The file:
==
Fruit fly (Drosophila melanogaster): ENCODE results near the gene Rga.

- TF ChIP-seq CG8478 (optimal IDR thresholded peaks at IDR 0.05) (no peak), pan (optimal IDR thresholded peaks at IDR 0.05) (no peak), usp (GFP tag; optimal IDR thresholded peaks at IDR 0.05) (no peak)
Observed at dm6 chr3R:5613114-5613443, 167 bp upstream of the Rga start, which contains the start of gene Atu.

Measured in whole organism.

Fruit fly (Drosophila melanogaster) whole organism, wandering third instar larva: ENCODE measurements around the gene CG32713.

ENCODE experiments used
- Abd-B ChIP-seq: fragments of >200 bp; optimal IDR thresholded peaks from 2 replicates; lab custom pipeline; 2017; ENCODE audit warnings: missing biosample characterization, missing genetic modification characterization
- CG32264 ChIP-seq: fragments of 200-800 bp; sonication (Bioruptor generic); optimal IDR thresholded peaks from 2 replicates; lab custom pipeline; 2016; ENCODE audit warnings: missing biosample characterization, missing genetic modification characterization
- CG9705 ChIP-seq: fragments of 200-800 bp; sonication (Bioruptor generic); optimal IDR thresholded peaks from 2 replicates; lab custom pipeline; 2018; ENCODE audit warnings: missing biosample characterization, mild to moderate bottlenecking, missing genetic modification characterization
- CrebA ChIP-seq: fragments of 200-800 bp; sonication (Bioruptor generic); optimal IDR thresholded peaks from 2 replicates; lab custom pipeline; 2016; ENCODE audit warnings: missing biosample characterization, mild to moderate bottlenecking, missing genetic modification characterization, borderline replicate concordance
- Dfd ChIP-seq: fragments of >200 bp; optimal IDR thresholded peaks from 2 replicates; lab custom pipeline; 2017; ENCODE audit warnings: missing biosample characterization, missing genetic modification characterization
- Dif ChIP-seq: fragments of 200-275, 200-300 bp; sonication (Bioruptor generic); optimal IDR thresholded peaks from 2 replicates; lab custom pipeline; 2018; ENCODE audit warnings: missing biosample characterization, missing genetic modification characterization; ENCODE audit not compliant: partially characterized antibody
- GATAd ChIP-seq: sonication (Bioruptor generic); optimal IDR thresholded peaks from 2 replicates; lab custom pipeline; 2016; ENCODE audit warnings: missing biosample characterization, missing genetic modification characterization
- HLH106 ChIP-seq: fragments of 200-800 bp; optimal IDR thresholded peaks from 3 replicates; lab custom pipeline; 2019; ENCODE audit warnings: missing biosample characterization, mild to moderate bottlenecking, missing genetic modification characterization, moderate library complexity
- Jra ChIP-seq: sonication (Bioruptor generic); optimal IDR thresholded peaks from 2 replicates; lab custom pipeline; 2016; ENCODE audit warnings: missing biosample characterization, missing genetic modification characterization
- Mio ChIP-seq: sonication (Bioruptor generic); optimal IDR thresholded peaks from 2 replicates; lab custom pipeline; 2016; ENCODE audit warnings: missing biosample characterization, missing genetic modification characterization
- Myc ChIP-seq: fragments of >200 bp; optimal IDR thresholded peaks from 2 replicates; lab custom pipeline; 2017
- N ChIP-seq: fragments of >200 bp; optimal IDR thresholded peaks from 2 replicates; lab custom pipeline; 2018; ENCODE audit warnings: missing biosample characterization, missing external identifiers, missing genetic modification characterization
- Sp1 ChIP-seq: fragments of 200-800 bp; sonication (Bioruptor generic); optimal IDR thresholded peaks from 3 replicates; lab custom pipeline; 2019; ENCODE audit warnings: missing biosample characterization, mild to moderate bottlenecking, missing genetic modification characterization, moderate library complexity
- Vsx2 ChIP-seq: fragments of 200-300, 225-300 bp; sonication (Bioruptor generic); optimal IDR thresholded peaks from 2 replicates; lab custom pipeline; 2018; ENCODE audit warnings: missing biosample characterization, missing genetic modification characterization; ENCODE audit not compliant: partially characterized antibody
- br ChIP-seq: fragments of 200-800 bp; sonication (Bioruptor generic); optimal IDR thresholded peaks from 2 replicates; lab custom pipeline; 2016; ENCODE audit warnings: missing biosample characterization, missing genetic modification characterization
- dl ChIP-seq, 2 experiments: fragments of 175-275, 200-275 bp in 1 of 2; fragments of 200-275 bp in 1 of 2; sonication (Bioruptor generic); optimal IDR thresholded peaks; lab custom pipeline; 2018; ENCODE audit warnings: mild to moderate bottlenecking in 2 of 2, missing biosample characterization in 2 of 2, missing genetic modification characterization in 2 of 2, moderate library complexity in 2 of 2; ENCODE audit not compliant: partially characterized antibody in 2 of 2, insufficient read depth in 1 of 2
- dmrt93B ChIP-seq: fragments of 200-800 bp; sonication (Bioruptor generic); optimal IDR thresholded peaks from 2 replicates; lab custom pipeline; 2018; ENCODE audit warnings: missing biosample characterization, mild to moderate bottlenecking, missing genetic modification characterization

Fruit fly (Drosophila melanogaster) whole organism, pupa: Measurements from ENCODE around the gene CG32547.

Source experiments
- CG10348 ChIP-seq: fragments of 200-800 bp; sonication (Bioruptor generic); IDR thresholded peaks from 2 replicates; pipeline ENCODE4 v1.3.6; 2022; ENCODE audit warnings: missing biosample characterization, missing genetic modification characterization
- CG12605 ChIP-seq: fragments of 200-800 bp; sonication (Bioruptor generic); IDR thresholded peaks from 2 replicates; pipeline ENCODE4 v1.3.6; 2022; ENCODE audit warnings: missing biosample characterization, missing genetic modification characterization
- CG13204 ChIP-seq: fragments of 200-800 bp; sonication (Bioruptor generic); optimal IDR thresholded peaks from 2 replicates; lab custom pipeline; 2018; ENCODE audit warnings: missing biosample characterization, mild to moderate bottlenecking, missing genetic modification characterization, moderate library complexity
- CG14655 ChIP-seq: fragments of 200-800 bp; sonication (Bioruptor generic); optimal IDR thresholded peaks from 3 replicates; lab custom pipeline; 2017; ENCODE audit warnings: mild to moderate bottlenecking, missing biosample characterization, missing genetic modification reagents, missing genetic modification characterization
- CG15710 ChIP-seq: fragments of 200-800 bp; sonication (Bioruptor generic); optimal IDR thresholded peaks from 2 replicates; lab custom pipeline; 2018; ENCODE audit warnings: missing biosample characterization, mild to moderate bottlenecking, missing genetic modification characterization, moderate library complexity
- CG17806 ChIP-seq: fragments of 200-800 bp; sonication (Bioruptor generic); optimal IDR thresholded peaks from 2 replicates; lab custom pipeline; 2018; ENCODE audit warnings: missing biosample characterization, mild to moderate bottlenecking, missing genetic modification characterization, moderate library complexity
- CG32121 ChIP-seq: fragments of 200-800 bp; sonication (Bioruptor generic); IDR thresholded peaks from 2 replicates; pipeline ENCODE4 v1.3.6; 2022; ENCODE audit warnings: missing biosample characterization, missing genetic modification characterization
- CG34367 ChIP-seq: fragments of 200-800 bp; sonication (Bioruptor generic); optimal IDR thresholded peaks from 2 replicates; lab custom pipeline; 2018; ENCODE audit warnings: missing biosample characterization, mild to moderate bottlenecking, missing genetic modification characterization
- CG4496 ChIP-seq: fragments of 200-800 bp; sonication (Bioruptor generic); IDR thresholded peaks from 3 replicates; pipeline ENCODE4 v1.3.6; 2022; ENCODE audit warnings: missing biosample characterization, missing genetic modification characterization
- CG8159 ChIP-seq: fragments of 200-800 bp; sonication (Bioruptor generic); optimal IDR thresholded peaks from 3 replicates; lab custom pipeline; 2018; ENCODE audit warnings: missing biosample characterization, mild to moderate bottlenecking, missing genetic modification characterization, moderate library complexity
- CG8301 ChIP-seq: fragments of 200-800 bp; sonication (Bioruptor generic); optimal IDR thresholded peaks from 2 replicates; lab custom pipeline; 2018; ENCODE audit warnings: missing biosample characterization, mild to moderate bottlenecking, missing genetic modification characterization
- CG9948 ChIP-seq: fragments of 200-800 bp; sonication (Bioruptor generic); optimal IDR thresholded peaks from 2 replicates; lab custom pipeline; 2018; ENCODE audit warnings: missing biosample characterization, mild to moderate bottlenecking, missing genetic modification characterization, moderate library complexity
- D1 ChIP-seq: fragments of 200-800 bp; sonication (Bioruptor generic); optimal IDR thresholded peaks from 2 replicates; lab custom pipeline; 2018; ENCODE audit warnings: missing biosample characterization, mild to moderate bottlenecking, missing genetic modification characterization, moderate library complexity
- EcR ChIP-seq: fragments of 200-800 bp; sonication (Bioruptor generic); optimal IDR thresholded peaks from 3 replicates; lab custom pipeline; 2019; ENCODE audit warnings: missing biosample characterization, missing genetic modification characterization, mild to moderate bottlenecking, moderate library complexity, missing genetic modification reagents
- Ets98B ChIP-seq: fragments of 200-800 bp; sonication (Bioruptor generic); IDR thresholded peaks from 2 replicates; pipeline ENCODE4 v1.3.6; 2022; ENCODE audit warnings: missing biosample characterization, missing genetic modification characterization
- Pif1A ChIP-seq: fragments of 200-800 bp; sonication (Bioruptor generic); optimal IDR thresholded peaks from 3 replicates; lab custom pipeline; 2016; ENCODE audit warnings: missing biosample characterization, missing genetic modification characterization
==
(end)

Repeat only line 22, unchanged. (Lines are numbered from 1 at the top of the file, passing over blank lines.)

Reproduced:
- dl ChIP-seq, 2 experiments: fragments of 175-275, 200-275 bp in 1 of 2; fragments of 200-275 bp in 1 of 2; sonication (Bioruptor generic); optimal IDR thresholded peaks; lab custom pipeline; 2018; ENCODE audit warnings: mild to moderate bottlenecking in 2 of 2, missing biosample characterization in 2 of 2, missing genetic modification characterization in 2 of 2, moderate library complexity in 2 of 2; ENCODE audit not compliant: partially characterized antibody in 2 of 2, insufficient read depth in 1 of 2